Monday, September 26, 2016


Admission without acceptance is stealth denial.

Acceptance without action is stealth denial.

Action without guidance is stealth denial

An addict engaging in stealth denial courts relapse.


Or, as the old-timer once said: "If you're not going anywhere, any path will get you there."

Wednesday, September 21, 2016


The old-timer hadn't seen Mike at meetings for a long time when he ran into him grocery shopping. "Good to see you again, Mike. It's been a long time. How are you doing?"

"Okay," said Mike. "Got in a fight at work and lost my job. Things aren't so good at home, but I haven't used. And I know what you're going to say."

"You do?" said the old-timer.

"Yeah. You were going to say, why don't I go back to the meetings."

"So, why don't you?"

"Aw, the program just doesn't work for me," answered Mike.

"It doesn't work for me either," said the old-timer. "It doesn't work for anyone."


"To recover from addiction and experience that happy, joyous and free thing, you have to work the program."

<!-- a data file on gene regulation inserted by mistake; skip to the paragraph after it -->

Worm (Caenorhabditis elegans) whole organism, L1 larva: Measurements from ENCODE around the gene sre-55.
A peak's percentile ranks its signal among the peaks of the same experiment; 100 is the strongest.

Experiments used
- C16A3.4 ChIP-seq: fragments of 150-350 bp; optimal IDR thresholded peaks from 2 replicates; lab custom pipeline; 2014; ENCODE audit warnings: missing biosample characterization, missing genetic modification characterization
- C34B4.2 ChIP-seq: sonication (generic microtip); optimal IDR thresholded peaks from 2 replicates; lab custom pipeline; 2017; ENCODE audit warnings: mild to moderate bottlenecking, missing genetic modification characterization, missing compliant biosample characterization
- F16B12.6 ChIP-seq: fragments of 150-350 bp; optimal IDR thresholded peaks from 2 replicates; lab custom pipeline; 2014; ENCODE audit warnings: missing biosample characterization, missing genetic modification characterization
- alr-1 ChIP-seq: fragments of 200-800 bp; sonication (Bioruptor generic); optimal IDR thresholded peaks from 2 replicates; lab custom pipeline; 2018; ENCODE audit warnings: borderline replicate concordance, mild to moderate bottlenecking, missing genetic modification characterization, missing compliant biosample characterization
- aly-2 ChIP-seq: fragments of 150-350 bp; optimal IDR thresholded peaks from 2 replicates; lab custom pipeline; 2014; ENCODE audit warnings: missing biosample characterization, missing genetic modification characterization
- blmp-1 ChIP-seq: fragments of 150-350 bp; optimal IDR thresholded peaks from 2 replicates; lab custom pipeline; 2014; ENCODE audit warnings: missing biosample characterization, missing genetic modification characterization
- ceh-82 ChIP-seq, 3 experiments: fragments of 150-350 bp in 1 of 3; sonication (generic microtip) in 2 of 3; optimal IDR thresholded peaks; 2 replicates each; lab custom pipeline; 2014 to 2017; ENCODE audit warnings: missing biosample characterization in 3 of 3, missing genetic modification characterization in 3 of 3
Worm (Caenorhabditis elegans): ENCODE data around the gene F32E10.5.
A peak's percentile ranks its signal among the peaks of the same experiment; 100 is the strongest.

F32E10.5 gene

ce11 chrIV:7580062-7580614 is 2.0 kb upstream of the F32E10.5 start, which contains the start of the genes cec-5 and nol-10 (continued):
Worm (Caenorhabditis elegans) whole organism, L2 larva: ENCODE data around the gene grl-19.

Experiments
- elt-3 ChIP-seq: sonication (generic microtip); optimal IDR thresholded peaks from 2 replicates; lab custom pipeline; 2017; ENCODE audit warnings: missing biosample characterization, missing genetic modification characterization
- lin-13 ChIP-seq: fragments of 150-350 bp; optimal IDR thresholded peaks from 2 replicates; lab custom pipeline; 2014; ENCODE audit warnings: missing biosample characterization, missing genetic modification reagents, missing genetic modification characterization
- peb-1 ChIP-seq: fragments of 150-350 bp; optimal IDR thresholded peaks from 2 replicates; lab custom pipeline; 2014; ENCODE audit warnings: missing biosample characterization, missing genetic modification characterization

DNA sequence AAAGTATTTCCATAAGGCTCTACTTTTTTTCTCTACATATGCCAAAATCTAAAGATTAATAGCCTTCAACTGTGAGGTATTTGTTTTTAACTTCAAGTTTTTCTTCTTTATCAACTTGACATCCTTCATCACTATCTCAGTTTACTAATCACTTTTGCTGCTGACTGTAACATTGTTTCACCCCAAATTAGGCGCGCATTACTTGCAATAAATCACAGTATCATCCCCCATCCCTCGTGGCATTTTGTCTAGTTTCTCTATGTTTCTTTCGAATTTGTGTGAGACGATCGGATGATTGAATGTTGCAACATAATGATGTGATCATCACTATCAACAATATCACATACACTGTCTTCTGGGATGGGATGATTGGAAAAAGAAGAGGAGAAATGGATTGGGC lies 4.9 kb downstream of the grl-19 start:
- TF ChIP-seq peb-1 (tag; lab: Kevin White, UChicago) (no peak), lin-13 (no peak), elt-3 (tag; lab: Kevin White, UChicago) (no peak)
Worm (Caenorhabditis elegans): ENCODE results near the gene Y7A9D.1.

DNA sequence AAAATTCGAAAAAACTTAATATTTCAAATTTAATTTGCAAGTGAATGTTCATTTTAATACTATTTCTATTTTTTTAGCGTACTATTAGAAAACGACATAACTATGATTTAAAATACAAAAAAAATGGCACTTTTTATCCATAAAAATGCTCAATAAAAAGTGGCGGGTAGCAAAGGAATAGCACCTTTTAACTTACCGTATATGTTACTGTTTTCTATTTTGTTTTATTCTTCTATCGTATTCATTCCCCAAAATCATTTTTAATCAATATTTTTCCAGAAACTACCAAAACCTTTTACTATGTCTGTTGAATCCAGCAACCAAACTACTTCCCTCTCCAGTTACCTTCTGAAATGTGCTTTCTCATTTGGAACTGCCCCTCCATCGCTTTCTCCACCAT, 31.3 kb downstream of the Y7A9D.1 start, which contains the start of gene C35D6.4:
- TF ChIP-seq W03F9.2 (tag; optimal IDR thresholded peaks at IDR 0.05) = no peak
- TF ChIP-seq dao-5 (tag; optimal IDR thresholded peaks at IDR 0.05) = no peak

Monday, September 19, 2016

Overheard at the Miracle in Alfred, Maine:
Three things you'll never hear from an addict: 1. "What's in it?" 2. "You go first." and 3. "No thanks. I've had enough."

Tuesday, June 07, 2016


I heard a fellow at a meeting years ago say that he was "powerless over everything." I supposed at the time he was overstating things attempting to express his powerlessness over the disease of addiction. But then he went on. He was powerless to change himself, powerless to resist that next drink, his sobriety due exclusively to the intervention of his higher power. He didn't last long.

Unless you go the route of the white-knuckle wonders, getting and staying clean is a team effort: Other recovering addicts, your sponsor, meetings, the Steps, your higher power, and YOU. If you are not on your own team, the program doesn't seem to work. If you are on your own team, that "happy, joyous and free" recovery is assured.

So what does being on your own team mean? Every member of a team has a function. Your function on your team is to go to any lengths to get and stay clean and do the work necessary to arrest the disease and build a new life. It involves numerous powers that you do possess:

You have the power to walk into that first meeting.